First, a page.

01.03.04. Poverty and inequality | Hong Kong SAR

01.03.04. Poverty and inequality | Hong Kong SAR

16 Aug 2022

Since 2013, the Hong Kong Government has officially defined the poverty line as 50% of the median monthly domestic household income. The poverty lines of from 1-person to 6-person+ household in 2017 were HK$4,000, HK$9,800, HK$15,000, HK$19,900, HK$20,300, and HK$22,500 respectively (HKSAR Government, 2018). Households with monthly household income lower than the poverty line are defined as “poor households” and all members of these households are referred as “poor population”.

The poverty situation of Hong Kong can be reflected by four sets of indicators, including one set of “before-intervention” statistics and three sets of “after-intervention” statistics. The “before-intervention” poverty statistics are compiled with the assumption of no prevailing government policies and measures, which form an objective benchmark for assessing the effectiveness of intervention. It only includes household members’ employment earnings, investment income, and non-social-transfer cash income. “After-intervention” poverty statistics are compiled by further including the income provided by the government policies and measures, such as taxation, recurrent-cash benefits, non-recurrent cash benefits, and in-kind benefits. In 2017, the poverty rate before intervention was 20.1% (1,376,600 persons). After recurrent cash intervention, the poverty rate improved to 14.7% (1,008,800 persons). Among those aged 65 and over, the poverty rate after recurrent cash intervention was 30.5% (340,000 persons) (HKSAR Government, 2018).

Inequality between a society’s rich and poor is often measured by the Gini coefficient, with zero indicating equality. In 2016, the Gini coefficient of Hong Kong based on original monthly household income was 0.539 and that based on post-tax post-social transfer monthly household income was 0.473. It was the highest over the past 45 years with an increase of 0.006 points since 2006, and worse than other developed economies such as Singapore (0.356), United States (0.391), United Kingdom (0.351), Australia (0.337), and Canada (0.318) (Census and Statistics Department, 2017a; Oxfam Hong Kong, 2018).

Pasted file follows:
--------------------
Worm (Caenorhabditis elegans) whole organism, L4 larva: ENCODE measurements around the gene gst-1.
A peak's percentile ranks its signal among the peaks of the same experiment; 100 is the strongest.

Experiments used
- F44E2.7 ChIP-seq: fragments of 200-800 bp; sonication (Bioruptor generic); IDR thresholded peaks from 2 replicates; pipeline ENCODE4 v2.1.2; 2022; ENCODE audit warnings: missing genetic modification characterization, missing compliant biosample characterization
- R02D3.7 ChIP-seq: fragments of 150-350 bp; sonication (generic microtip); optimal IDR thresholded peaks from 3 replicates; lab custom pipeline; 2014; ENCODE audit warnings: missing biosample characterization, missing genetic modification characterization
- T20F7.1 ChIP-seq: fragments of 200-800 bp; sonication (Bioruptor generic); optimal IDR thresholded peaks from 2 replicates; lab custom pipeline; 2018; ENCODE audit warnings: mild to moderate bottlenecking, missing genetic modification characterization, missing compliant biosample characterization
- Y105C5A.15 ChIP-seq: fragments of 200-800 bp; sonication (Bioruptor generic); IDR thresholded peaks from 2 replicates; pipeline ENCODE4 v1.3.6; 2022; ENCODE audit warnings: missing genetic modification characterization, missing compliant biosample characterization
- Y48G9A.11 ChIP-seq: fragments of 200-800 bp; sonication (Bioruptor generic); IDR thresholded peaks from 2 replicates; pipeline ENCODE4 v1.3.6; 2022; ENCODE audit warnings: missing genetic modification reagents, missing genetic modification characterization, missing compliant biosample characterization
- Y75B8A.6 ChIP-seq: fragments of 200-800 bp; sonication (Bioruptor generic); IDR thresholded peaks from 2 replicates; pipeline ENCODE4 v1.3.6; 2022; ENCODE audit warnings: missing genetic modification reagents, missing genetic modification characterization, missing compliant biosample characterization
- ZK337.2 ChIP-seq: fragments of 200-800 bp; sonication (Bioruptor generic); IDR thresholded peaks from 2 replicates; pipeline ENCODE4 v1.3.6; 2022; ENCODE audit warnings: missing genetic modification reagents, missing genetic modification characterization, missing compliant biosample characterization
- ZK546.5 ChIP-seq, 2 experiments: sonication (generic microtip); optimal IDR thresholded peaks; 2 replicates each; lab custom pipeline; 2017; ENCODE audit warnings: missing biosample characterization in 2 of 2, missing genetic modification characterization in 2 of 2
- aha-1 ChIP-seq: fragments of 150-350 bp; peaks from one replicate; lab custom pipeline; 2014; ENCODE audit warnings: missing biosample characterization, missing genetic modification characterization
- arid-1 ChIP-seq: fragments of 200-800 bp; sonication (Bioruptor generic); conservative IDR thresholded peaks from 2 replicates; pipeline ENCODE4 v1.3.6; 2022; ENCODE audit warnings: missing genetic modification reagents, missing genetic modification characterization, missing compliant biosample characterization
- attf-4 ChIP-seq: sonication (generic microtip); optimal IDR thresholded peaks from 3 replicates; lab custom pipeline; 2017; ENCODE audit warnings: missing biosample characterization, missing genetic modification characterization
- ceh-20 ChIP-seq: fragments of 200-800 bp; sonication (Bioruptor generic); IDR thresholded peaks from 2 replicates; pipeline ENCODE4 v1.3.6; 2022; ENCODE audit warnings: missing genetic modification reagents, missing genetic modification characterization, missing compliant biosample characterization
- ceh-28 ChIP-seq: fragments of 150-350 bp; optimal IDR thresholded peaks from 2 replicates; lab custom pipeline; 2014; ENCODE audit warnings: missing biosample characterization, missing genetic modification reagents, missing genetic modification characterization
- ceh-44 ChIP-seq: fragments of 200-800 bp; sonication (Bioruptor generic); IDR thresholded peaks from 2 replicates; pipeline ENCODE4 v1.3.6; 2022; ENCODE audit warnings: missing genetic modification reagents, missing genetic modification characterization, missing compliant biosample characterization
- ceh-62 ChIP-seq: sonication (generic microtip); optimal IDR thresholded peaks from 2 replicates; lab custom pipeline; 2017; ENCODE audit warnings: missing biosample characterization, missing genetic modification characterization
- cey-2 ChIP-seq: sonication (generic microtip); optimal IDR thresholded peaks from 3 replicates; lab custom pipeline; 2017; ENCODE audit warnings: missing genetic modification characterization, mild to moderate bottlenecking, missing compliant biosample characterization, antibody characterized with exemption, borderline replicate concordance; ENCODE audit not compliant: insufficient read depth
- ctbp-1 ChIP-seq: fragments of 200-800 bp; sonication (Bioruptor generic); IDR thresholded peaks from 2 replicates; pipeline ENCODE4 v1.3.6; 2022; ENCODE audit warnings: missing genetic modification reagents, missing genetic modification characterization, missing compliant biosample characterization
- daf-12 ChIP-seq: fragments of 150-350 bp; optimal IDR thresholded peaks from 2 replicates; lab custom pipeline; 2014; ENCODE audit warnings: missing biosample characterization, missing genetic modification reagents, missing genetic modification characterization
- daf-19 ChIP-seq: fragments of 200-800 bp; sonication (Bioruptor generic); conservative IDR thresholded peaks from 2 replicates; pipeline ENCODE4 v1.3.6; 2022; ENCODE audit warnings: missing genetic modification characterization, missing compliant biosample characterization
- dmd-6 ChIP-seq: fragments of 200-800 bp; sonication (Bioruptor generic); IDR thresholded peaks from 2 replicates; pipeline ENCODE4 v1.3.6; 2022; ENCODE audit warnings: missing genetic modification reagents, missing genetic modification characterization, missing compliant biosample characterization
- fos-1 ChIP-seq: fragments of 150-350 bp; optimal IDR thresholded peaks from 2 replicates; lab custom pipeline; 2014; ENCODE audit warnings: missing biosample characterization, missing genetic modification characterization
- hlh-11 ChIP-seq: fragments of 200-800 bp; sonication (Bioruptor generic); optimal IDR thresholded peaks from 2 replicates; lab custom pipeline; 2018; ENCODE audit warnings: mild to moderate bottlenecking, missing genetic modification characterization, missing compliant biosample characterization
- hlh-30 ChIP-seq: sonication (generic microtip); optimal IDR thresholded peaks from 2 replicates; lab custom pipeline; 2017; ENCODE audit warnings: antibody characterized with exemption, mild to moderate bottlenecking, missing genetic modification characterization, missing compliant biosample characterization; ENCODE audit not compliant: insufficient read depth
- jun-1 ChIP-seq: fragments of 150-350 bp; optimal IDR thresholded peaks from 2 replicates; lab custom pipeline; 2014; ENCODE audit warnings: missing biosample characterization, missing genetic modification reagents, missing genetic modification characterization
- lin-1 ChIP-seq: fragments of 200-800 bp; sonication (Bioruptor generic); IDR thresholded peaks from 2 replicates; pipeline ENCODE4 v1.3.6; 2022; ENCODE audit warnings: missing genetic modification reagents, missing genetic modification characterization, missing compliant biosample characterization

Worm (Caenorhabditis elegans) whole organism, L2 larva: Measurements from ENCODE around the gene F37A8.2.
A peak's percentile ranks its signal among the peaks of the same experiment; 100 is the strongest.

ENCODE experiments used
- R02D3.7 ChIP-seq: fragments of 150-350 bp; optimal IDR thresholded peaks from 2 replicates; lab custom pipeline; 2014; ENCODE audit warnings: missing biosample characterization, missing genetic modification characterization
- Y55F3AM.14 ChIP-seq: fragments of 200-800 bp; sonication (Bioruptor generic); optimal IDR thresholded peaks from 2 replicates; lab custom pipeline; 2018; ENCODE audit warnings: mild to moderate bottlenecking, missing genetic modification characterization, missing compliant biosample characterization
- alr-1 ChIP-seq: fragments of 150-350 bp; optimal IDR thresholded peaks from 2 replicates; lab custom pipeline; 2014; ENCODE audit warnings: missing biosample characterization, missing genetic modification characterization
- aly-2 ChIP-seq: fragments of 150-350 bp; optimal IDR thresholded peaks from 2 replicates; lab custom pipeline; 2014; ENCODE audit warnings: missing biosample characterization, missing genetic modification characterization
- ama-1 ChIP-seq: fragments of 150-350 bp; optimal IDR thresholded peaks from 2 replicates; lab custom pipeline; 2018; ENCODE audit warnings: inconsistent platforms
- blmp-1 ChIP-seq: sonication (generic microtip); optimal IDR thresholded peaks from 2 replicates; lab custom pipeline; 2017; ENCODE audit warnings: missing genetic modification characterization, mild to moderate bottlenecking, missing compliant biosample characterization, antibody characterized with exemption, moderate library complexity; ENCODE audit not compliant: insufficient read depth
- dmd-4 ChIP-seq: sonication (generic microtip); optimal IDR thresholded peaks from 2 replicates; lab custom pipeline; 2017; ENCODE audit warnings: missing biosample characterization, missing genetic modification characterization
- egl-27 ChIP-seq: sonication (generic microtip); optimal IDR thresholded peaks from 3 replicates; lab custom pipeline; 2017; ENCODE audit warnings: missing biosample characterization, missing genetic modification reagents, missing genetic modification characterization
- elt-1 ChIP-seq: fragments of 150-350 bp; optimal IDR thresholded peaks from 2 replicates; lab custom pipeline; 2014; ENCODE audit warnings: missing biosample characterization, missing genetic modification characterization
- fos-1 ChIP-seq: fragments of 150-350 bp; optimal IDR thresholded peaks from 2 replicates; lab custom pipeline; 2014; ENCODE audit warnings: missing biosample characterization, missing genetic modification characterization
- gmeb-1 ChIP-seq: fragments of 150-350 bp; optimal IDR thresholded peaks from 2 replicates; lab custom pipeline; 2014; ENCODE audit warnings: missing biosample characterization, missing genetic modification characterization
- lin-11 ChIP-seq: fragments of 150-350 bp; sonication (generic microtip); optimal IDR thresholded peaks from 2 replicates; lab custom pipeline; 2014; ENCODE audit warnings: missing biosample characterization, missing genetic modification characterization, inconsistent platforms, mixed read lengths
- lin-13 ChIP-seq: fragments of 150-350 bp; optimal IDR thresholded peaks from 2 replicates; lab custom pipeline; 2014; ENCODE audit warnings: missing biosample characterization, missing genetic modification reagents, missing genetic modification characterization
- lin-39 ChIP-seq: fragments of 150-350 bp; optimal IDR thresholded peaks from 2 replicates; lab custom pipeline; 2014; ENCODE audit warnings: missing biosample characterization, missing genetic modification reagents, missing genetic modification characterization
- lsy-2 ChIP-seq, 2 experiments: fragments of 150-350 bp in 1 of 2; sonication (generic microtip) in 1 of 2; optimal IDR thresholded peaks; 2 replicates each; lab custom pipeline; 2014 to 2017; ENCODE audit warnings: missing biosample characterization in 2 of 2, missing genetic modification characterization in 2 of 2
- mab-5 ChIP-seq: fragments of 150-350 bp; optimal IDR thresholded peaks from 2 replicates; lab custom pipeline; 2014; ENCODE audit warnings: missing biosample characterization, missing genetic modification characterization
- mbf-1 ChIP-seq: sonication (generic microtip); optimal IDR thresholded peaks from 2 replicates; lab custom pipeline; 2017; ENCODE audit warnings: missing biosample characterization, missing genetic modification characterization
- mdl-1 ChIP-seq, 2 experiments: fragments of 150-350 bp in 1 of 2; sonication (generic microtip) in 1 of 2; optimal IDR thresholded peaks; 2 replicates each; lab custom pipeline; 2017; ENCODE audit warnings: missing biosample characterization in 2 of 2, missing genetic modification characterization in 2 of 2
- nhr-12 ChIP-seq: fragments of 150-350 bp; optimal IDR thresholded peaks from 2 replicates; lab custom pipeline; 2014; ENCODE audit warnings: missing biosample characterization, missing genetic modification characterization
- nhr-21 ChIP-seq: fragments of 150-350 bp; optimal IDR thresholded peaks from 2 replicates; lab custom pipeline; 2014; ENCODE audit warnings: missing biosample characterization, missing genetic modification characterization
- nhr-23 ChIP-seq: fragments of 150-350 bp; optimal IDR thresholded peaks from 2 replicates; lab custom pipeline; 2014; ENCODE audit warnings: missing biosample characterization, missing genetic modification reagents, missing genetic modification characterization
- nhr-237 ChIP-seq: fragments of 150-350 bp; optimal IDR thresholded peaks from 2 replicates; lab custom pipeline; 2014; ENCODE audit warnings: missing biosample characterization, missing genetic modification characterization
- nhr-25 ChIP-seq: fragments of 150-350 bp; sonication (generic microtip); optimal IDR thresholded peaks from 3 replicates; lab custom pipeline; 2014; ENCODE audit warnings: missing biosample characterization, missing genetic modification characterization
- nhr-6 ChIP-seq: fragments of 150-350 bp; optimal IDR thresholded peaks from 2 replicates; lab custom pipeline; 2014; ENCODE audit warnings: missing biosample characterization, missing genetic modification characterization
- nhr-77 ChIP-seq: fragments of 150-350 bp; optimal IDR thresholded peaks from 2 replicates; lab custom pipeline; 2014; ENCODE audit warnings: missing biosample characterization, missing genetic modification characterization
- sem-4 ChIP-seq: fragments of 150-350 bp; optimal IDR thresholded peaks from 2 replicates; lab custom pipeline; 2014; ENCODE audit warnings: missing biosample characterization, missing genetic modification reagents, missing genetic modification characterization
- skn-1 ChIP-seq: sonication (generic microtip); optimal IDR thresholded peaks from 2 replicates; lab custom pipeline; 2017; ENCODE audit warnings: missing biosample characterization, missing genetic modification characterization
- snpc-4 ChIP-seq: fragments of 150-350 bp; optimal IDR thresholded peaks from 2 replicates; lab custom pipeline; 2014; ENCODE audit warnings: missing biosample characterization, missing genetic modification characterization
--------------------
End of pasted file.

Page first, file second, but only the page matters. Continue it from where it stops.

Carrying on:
For gender inequality in income, the median monthly income of males and females in 2016 were $16,890 and $12,000 respectively, with males’ income 40.8% higher. Also, there was a higher percentage of working women (9.1%) (excluding foreign domestic helpers) with monthly income from main employment below $6,000 than that of men (4.6%). The difference between income of working women and men can be attributed to differences between working women and men in industrial and occupational distributions, educational attainment, working experience, and nature of work. For example, proportionally more women (19.8%) than men (8.7%) worked as clerical support workers who had relatively lower monthly income from main employment in 2016. On the other hand, there was a higher proportion of men (21.2%) working as managers and administrators and professionals than women (13.1%) who had relatively higher monthly income (Census and Statistics Department, 2017a).


Census and Statistics Department. (2017a). Hong Kong 2016 Population By-census – Thematic Report: Household Income Distribution in Hong Kong. Retrieved from https://www.censtatd.gov.hk/hkstat/sub/sp459.jsp?productCode=B1120096

HKSAR Government. (2018). Hong Kong Poverty Situation Report 2017. Hong Kong: HKSAR Government Retrieved from https://www.povertyrelief.gov.hk/eng/pdf/Hong_Kong_Poverty_Situation_Report_2017(2018.11.19).pdf.

Oxfam Hong Kong. (2018). Hong Kong Inequality Report. Retrieved from https://www.oxfam.org.hk/tc/f/news_and_publication/16372/Oxfam_inequality%20report_Eng_FINAL.pdf